The Honor 7 serves up a few interesting features that make it stand apart from the competition.
 
The device’s biometric sensor is lightning fast and very accurate in detecting fingerprints. Even with the screen turned off, I was impressed at just how fast I was able unlock the Honor 7 in under a second. 

Usually, most fingerprint readers on smartphones perform only one task but the reader on the Honor 7 does more than unlock the phone. By sliding your finger down you can bring the notification drawer into view. Tap once to go back. A long-press returns you to the home screen, and if you’re using the camera, it doubles as a shutter button to take a picture.

Honor 7 review: A nice balance of price and performance 

Unique to the Honor 7 is a Smart key, a physical button on the left side of the device, that can be customised to activate specific functions. Not just one function, but up to 3 different functions, using a single click, double click or long press actions.

Similar to the Lenovo Vibe Shot, you can also activate the camera and snap a picture using this button even when the screen is dark (in standby mode), saving you precious seconds. The only downside is that the image may not be composed properly since you couldn’t see what was being captured.
 
Alternatively you can use this key for other functions like enabling the voice recorder, turning on the flashlight or taking a screenshot.
 
You can also launch specific apps like Facebook at the press of the button when you want to update your status at the spur of the moment.
 
I found this to be a very useful feature and wished more phones would implement this concept. It makes multi-tasking and doing stuff on the phone quicker and easier.
 
Still, for some it may be less practical if they don’t always remember what the 3 different functions this key is activated for! In such cases we recommend mapping the key to just one single action and don’t bother with the double click or long press functions.
 
High speed autofocus, low colour saturation
 
When it comes to optics, the Honor 7’s 20-megapixel rear camera is not the best I have handled, but it is still very capable. Autofocus especially was aided with a more advanced phase detection autofocus (PDAF) which locks on faster.
 
Picture quality is pretty average, good enough for the casual snaps during the day, and surprisingly quite competed at night. It can hold its own in low light and offers pretty clean pictures without a high level of graininess or ‘noise’.
 
The colours however weren’t as vibrant, and appear dull in fact, as if the saturation was toned way down. The resulting pictures don’t exactly jump out at you so it is a bit disappointing that I had to constantly edit the images before uploading to social media channels.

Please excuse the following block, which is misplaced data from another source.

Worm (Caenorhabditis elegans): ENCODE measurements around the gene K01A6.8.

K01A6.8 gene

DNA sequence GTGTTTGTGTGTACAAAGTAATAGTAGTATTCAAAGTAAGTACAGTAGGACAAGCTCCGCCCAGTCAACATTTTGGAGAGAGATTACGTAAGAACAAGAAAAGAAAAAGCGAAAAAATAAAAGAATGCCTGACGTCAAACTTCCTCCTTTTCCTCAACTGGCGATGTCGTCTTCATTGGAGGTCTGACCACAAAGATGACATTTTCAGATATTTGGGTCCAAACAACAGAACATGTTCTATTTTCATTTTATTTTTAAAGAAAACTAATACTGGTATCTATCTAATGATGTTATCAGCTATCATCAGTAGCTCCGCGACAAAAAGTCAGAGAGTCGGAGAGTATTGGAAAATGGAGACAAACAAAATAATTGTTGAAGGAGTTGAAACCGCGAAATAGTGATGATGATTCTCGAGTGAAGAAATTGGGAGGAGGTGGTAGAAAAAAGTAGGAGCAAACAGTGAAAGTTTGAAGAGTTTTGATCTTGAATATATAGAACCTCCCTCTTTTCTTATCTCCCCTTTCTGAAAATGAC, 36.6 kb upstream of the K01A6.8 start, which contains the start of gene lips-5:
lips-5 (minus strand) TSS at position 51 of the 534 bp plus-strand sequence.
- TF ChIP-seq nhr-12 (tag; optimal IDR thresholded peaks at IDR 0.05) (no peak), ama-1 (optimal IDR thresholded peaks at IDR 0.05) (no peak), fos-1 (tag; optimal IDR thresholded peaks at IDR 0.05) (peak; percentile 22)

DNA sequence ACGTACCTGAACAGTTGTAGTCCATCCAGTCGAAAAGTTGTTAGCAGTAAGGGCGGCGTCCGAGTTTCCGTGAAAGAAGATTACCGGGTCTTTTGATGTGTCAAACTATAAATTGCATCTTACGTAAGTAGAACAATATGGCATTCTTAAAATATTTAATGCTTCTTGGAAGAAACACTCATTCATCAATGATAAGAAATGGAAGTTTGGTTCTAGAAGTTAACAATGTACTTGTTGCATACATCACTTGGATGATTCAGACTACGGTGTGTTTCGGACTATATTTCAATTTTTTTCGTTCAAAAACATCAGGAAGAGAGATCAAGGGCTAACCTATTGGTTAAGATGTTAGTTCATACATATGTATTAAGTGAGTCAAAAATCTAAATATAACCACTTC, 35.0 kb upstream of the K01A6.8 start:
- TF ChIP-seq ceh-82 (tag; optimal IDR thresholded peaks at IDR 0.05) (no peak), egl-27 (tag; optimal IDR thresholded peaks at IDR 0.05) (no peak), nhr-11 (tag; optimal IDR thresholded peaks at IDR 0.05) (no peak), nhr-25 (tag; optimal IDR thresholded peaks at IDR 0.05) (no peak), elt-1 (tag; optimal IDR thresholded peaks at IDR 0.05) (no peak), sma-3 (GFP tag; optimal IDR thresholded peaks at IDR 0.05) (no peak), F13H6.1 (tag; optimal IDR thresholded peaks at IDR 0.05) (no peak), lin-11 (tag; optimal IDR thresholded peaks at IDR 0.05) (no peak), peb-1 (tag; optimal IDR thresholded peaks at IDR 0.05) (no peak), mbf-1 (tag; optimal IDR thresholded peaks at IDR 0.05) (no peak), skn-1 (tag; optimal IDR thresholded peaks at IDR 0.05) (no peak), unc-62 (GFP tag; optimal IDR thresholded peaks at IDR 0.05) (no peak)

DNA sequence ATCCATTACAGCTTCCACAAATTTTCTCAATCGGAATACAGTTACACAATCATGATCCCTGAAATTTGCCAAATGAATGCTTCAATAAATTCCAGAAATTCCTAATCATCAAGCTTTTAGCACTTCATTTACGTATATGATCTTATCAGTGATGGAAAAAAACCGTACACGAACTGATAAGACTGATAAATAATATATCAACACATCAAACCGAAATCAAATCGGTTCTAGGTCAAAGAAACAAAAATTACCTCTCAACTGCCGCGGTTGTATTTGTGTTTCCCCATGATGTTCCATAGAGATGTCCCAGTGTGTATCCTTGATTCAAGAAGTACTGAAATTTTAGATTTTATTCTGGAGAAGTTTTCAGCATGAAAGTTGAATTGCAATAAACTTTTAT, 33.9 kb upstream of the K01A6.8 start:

Honor 7 review: A nice balance of price and performance
Honor 7 review: A nice balance of price and performance
Honor 7 review: A nice balance of price and performance
Honor 7 review: A nice balance of price and performance

As far as camera options go, there are a bunch of other modes such as Beauty, Panorama, HDR, Slow Motion to name a few, which you will find in other Huawei smartphones as well.
 
Interestingly, the videos (up to full HD in quality) don’t suffer from the mute colour palate as still pictures do. For the most part, the videos look great and users will be pleased to know that it comes with built-in stabilisation to counteract shaky hands.
 
As such, I was pleased with the quality of videos taken with the Honor 7. In one test, I managed to get a close up video of some ants walking along a fence very clearly.

Conclusion

Huawei’s Honor 7 proves that you don’t necessarily need to pay top dollar for a smartphone that offers good performance and features.

From its looks alone, the Honor 7’s metal body could easily pass off as a premium phone and it packs a ton of useful features including dual SIM card support, a fingerprint reader, IR blaster and customisable key.  
 
The performance is better than average and the camera isn’t shabby either, though we wish it also made the 64GB storage version available for sale.
 
At this price, it competes squarely with Lenovo’s Vibe Shot and the Asus Zenfone 2, but those don’t come with a fingerprint sensor nor a 20 megapixel camera with phase detection autofocus. The Sony Xperia M5 is waterproof and has a similar camera sensor, but comes with a smaller display and is slightly more expensive.
 
Simply put, I can recommend the Honor 7 for the value and quality it delivers, presenting a nice balance of performance and price.